“Elite political culture” may be defined as the set of politically relevant beliefs, values, and habits of the most highly involved and influential participants in a political system. Studying elite political culture requires methodological innovation which will allow us to do justice to the subtleties of the belief systems of sophisticated political leaders without doing violence to our normal standards of reliability and verification. As one example of the study of elite political culture, this paper presents an empirically based analysis of “ideological politics” and “the end of ideology.”
After some clarification of the logical structure and empirical assumptions of existing descriptions of “ideological politics,” these descriptions are examined in the light of data from a study of the basic beliefs and values of British and Italian politicians, based on intensive interviews with random samples of 93 British MPs and 83 Italian deputati.
The core of the notion of “ideological politics” is interpreted in terms of “political style,” that is, how politicians talk and think about concrete policy problems such as poverty or urban transportation. Each respondent's discussion of two such issues was analyzed in terms of 12 “stylistic characteristics,” such as “inductive-deductive thinking,” “use of historical context,” “moralization,” and “reference to distributive group benefits.” Ratings of these stylistic characteristics are found to cluster in intelligible ways, and on the basis of the dominant stylistic dimension, an Index of Ideological Style is constructed. Those politicians who rank high on this Index are also found to be more ideologically motivated, more abstract in their conceptions of politics, especially party politics, and more idealistic than their less “ideological” colleagues. They are also more alienated from existing socio-political institutions and are concentrated at the extremes of the political spectrum. Further investigation shows, however, that contrary to the assumptions of the existing literature, these “ideologues” are not more dogmatic, not less open to compromise, not more antagonistic to the norms of pluralist politics, not more hostile to political opponents. Partisan hostility and ideological style are found to be two distinct syndromes.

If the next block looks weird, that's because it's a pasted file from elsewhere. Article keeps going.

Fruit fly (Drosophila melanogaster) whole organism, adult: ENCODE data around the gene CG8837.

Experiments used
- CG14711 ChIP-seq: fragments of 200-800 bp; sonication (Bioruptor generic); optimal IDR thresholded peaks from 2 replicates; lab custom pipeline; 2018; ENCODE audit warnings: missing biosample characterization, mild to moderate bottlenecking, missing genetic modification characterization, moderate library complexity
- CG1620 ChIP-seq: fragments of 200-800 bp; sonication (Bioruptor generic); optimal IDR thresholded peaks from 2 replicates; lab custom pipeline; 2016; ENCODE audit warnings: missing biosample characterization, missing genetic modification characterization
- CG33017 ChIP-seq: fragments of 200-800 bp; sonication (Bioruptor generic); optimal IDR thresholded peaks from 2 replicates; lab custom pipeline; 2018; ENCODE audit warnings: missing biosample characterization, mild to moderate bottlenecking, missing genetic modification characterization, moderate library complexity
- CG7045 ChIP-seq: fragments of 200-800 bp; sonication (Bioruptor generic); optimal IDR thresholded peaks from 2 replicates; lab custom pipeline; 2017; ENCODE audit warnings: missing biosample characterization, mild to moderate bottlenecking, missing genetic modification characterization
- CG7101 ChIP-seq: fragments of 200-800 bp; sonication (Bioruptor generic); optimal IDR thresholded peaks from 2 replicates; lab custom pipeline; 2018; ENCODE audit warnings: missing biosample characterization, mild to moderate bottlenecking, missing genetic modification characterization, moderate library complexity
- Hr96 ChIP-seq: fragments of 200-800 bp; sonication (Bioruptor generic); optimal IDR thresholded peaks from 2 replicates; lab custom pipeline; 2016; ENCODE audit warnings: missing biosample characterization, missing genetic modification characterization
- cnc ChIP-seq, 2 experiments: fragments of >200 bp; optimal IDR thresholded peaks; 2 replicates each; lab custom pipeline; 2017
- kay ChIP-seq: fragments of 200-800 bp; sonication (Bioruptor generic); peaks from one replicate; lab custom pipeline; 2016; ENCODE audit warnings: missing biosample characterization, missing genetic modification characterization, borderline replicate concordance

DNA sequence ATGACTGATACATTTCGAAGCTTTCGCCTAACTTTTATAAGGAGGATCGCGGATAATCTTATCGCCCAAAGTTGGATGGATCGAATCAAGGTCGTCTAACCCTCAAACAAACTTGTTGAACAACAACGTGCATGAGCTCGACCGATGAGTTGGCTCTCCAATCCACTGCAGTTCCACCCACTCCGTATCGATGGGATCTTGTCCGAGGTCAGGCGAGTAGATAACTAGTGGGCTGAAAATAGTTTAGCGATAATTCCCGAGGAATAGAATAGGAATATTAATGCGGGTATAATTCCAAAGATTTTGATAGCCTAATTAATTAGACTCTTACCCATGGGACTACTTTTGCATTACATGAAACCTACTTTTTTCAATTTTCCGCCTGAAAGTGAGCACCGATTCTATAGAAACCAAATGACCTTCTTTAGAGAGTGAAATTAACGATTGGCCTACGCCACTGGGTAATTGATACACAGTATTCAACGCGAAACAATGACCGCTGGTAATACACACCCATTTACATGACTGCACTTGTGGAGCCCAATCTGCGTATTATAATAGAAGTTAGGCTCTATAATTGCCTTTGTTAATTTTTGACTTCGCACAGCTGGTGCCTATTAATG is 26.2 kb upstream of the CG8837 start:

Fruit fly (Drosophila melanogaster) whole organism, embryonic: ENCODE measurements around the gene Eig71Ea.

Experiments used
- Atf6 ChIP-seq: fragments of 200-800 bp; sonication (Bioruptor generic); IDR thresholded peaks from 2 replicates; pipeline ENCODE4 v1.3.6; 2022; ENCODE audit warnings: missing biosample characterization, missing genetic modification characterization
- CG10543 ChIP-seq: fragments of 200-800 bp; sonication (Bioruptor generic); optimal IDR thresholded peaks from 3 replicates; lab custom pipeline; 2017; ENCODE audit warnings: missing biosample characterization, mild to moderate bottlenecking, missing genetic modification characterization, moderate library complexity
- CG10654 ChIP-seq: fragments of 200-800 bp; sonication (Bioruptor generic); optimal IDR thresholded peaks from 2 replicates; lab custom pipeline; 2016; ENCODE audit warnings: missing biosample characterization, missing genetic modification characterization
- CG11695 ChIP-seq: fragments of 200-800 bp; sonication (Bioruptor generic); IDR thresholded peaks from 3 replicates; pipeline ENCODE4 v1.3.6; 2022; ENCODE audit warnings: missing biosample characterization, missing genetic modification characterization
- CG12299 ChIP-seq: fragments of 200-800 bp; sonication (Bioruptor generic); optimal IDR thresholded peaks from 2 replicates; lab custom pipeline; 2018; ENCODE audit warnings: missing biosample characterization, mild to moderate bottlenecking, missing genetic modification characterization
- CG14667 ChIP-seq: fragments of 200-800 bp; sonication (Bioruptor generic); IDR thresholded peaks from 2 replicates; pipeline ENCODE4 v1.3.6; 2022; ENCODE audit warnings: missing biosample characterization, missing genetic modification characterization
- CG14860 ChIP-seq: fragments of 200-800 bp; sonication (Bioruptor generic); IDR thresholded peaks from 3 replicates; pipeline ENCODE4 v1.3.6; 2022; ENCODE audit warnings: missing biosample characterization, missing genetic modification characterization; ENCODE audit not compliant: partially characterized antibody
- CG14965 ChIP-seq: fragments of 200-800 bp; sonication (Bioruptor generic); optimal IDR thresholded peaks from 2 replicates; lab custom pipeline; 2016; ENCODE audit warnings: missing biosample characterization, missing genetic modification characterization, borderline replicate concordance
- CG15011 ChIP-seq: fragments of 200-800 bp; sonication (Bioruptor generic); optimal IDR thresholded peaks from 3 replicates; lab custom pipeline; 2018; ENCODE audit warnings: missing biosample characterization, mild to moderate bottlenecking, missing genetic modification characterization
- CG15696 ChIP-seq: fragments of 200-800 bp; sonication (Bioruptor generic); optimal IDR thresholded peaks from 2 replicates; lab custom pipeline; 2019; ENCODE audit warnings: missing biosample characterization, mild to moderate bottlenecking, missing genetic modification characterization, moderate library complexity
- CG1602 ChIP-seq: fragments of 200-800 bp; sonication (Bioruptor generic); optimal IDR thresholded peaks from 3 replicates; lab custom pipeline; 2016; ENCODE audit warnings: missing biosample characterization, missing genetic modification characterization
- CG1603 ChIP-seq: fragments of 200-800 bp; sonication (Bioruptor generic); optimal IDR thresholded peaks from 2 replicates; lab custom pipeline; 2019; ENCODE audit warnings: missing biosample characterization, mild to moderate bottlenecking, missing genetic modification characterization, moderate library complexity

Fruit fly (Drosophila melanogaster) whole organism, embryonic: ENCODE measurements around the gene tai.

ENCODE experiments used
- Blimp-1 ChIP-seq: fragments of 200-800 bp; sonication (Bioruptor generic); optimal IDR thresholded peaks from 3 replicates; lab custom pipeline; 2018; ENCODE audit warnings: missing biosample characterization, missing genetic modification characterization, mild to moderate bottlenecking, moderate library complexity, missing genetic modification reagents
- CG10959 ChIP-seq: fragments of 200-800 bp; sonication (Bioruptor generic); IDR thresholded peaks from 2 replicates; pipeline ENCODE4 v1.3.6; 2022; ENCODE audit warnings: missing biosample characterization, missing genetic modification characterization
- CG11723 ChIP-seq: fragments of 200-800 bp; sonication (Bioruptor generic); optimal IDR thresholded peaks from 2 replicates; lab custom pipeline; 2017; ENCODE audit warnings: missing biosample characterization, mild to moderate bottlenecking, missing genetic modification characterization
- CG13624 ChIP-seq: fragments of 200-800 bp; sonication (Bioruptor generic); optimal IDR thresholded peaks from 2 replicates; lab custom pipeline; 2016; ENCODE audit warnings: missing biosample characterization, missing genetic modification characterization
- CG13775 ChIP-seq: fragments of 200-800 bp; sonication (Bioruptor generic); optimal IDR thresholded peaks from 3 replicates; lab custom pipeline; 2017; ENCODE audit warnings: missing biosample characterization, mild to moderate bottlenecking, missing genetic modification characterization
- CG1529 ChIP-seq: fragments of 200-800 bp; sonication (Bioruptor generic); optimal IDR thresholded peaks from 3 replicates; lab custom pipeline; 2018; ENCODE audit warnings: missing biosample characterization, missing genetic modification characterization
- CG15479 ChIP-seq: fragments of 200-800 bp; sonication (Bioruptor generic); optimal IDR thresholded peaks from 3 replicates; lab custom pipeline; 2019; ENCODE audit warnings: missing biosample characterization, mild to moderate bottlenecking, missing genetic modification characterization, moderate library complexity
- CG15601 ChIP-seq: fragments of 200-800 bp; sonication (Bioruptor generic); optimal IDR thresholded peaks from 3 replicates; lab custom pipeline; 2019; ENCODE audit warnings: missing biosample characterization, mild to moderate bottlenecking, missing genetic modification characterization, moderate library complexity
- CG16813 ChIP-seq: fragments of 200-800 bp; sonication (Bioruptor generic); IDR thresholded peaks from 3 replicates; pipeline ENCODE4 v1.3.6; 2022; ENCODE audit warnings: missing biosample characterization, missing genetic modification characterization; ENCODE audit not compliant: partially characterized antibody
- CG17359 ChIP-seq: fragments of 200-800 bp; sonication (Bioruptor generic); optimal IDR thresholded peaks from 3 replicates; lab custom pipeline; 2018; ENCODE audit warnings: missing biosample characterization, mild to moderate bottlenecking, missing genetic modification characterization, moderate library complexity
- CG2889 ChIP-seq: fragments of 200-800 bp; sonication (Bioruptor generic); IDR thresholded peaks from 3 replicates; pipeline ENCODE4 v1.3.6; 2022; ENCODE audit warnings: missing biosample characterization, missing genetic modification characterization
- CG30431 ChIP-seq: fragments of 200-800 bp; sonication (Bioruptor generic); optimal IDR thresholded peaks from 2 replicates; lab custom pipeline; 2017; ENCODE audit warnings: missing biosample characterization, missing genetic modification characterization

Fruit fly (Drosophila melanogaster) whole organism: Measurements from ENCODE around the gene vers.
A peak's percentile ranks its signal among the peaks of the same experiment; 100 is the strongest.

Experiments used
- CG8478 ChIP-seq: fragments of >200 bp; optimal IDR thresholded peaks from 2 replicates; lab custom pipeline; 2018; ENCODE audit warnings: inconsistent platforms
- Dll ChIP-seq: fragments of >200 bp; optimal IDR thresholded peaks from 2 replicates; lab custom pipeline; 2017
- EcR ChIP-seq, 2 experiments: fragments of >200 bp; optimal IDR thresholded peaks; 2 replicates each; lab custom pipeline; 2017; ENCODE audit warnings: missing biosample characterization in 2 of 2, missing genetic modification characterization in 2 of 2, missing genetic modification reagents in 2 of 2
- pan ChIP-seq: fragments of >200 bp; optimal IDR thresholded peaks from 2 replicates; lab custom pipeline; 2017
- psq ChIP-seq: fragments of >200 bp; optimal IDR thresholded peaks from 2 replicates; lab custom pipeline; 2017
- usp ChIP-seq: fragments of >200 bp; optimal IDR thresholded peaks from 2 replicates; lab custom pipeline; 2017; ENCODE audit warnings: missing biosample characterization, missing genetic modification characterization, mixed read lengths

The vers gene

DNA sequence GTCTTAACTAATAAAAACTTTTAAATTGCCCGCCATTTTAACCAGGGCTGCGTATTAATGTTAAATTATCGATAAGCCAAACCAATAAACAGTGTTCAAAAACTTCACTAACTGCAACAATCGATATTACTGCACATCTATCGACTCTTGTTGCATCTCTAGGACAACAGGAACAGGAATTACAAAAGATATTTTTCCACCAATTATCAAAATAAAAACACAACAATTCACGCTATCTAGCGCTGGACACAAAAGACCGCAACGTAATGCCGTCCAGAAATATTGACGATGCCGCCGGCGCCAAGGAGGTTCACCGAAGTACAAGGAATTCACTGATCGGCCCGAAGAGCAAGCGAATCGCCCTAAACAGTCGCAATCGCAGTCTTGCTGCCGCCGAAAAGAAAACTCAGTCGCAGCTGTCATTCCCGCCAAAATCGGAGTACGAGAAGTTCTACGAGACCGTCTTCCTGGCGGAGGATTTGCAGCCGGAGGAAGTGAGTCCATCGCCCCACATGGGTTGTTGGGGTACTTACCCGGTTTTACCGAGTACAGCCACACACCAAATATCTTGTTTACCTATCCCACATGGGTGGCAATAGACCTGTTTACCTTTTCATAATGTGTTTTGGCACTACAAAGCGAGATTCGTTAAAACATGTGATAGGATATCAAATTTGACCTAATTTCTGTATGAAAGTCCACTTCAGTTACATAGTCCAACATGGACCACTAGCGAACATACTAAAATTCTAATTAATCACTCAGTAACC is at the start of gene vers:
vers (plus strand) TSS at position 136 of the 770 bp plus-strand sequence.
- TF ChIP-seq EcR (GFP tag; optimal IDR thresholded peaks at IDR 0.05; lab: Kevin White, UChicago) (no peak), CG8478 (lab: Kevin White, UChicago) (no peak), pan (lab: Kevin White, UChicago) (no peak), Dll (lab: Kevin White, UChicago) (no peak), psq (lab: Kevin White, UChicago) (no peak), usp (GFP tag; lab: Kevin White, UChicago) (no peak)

The “end of ideology” thesis is examined by comparing the attitudes and style of respondents from different political generations. In both countries younger politicians are markedly less dogmatic and hostile, but in neither country are they any less “ideological” in their approach to political phenomena and problems of public policy.
In the light of these data the “end of ideology” debate is reformulated. The probable causes and consequences of both the decline of partisan hostility and the persistence of ideology are discussed. Finally, some conclusions are drawn concerning the role of ideology in politics and concerning the theoretical promise and methodological problems of studying elite political culture.